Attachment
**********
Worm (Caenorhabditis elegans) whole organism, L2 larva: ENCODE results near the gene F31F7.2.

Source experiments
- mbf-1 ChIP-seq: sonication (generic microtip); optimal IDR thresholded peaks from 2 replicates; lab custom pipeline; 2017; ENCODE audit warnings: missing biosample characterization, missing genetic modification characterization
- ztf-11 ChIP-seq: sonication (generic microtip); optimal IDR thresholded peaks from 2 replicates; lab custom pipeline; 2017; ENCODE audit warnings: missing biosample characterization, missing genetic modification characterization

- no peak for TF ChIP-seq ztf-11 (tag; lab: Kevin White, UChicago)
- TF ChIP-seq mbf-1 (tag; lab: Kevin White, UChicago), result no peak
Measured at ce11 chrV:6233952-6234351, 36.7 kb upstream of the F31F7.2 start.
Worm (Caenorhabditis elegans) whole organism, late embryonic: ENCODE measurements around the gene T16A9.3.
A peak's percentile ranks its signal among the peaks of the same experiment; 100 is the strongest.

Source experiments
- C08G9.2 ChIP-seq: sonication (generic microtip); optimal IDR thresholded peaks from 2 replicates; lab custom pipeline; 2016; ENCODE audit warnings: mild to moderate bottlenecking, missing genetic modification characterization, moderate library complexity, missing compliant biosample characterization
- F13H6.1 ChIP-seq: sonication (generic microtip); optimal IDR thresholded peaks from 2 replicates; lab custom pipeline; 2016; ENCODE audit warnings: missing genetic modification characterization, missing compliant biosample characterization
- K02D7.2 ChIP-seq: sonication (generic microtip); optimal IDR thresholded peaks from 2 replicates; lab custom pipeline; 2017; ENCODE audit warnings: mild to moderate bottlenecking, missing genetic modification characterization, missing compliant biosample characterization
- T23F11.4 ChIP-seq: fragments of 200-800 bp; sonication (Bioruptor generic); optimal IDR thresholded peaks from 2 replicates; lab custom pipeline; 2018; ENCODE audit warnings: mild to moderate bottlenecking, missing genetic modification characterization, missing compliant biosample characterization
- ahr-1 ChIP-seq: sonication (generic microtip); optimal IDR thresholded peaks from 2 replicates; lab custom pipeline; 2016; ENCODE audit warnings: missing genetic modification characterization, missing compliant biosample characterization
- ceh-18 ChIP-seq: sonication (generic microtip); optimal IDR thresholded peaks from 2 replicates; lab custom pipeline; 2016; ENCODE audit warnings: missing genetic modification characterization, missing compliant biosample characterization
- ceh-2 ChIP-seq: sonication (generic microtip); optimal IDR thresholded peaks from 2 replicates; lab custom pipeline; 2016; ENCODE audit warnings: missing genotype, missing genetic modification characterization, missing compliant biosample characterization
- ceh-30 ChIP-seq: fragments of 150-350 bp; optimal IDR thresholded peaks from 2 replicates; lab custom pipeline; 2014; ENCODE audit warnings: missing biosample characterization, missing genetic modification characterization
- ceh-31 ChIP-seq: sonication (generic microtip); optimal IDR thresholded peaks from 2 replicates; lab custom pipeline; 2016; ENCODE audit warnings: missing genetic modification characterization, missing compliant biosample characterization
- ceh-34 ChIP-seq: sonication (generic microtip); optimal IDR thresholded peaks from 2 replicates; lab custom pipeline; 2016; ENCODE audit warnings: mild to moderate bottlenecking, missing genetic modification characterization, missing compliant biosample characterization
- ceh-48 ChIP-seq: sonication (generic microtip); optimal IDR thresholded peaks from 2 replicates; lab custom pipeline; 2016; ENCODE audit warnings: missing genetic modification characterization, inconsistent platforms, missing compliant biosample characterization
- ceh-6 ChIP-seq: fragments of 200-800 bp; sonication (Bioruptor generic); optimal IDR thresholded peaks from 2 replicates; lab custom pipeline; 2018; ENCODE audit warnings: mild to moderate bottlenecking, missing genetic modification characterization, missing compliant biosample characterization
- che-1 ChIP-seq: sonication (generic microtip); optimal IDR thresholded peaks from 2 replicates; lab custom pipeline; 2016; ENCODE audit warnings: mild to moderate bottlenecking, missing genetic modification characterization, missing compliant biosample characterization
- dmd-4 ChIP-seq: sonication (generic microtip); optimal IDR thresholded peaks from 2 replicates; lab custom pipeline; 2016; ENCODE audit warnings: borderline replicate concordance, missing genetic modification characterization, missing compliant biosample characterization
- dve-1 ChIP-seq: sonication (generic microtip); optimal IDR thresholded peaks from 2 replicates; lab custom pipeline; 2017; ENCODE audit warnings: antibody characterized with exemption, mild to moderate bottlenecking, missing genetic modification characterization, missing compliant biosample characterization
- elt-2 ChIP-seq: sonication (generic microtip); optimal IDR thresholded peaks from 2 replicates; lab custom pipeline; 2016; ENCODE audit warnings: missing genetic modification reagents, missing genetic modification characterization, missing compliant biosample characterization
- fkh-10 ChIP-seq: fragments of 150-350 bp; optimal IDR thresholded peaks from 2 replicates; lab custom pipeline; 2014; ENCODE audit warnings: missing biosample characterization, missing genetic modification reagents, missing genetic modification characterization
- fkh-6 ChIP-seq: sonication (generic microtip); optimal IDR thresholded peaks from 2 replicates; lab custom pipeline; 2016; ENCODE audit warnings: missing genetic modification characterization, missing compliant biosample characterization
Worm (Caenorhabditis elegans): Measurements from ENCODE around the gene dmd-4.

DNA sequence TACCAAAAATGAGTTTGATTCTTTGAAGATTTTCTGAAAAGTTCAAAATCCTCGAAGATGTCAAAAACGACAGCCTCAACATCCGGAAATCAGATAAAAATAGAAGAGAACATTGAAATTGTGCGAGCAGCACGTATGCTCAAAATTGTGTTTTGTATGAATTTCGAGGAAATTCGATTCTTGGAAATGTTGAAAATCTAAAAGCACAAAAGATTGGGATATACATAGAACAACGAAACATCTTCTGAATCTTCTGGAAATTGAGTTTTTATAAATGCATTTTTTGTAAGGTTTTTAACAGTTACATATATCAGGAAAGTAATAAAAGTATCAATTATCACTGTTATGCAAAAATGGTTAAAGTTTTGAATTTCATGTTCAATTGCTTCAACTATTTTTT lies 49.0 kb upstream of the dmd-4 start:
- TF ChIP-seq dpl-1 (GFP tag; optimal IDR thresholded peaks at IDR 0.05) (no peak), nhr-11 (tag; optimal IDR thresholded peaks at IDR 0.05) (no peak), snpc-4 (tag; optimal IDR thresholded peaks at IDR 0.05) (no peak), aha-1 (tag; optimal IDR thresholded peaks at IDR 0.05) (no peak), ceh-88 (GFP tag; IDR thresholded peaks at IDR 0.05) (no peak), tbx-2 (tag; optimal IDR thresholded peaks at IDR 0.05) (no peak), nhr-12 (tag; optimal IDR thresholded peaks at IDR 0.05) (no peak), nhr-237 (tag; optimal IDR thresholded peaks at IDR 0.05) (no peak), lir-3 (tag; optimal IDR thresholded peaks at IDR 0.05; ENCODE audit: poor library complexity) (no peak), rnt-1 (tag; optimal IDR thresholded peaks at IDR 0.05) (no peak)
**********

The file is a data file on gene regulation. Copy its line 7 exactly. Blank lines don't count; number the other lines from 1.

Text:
Measured at ce11 chrV:6233952-6234351, 36.7 kb upstream of the F31F7.2 start.